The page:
Ubuntu – I am because you are

I came across a post on Facebook a few days ago that told a story of an anthropologist who explained a game to the children of an African tribe.  He placed a basket of delicious fruit at the base of a tree and explained that the first child to reach the basket would get the basket and everything in it. When he gave the signal to start, he was surprised to see the children walking together, holding hands, until they reached the tree and shared the fruit. When he asked why they did that, instead of racing to be the first to reach the basket, they explained – Ubuntu! That is “how can one of us be happy while the rest are miserable?” Ubuntu in their civilization means “I am because we are.”

This story was so interesting to me, and so foreign to the competitive world we live in, that I wanted to find out more. It is the concept that Nelson Mandela used when he was bringing together disparate tribes and communities at the end of apartheid.  The word Ubuntu even appears in South Africa’s Interim Constitution, created in 1993: “There is a need for understanding but not for vengeance, a need for reparation but not for retaliation, a need for ubuntu but not for victimization.”

The idea is about a sense of community, a sense that our own well-being is tied to the well-being of others. The idea that danger is shared, pain is shared, joy is shared, and achievement is shared.

Boyd Varty, an owner and guide of an animal refuge in South Africa tells some heart-felt stories in his TED talk and uses that talk to explain Ubuntu. His talk is entertaining and enlightening. You can watch it here.

With Hey, Boomer I am working to build a community where we share a sense of well-being, a sense of inspiration, a sense of caring for each other. The show is what it is because of you. Help me to continue to build Hey, Boomer by sharing what we are doing with friends and family.  

Ubuntu - I am because you are.

9 thoughts on “Ubuntu – I am because you are

  1. I loved this and wish more people saw the world this way and the actions taken would be from this deep belief that we are all connected and affect others.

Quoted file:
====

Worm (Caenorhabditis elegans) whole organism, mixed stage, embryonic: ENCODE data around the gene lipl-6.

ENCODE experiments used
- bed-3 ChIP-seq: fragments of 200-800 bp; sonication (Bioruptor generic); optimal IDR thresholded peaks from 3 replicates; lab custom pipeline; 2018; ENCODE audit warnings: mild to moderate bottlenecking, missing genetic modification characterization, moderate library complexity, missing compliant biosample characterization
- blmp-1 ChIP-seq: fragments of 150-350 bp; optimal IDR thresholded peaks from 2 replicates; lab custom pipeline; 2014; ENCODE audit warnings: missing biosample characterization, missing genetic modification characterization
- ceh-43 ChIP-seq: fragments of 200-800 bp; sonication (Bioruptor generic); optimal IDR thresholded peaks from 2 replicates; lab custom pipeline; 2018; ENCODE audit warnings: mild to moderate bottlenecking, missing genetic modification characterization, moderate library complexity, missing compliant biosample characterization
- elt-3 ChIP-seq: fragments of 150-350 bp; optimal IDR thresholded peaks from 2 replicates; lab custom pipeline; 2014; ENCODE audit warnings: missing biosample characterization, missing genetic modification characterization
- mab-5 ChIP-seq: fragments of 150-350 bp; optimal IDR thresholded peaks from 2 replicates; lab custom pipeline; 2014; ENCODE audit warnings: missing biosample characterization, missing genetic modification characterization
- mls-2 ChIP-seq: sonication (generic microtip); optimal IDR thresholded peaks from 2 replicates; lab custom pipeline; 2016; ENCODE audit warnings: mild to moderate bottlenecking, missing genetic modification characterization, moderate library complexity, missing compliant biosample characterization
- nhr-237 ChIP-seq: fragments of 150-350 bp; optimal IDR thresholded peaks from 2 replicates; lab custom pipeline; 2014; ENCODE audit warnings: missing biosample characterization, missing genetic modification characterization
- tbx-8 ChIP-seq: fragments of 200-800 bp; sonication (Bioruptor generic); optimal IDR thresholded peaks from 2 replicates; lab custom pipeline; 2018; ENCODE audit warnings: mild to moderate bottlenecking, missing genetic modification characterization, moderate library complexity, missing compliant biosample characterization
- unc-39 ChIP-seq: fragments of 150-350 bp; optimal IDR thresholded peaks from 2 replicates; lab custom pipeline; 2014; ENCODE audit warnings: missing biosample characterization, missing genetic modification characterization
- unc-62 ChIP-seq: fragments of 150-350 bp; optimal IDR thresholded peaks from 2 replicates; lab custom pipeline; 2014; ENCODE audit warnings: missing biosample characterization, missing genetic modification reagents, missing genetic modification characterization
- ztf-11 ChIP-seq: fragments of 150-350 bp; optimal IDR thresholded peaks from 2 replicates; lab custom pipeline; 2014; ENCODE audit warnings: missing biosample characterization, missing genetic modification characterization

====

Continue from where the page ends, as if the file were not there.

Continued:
As Boyd Varty said in his Ted talk you shared, which was so heartwarming also, “People need other people.” And as Barbara Streisand sang, People….., people who need people are the happiest people….

    And too, animals like the elephants, help each other achieve their goals. Where would we be without the kindness of others. Thank you for this inspirational story about Ubuntu and the Ted Talk. It made my day.

  2. Wow. Well here I am, a writer, short of words and the only one that comes to mind is, “wow”. For one word to carry such deep meaning. We don’t have that in English (or do we?) but I now have it in my vocabulary. Ubuntu. Gorgeous.

  3. @Wendy Green, It’s a mystery to me as to why our society is not taking care of our elders the way we should in the spirit of Ubuntu. The situation today is obvious in the COVID-19 pandemic. Seniors living in the long-term institutions that should be protected and looked after are dying before their time. Personally, in my field of senior 50+ entrepreneurship most seniors are ignored and made to feel unimportant, invisible and socially discountable. We desperately need to change this around and help seniors achieve inclusiveness and being a part of our society as equal partners or Ubuntu.

  4. Ditto all of the above!
    I first heard the term Ubuntu as a deputy to the General Convention of the Episcopal Church. It was the THEME of the 10 day Convention… and made quite an impression not just on me but on the hundreds present from around the country and the world.
    We are, indeed, BETTER TOGETHER!

  5. Hi Wendy, I love the concept of Ubuntu! On my first visit to S. Africa in 2005, I was taught this idea by a local Xhosa woman. It has stayed with me ever since. It is a beautiful way to move through the world and embrace our one-ness. In 2003, an Alaskan Inupiat man taught me the words, “Mitakuye Oyasin,” a Lakota phrase meaning, “All my relations” or “We are all related.” Many indigenous peoples have meaning in their language that connect and bond humans and our planet as one. We have so much to learn, don’t we?

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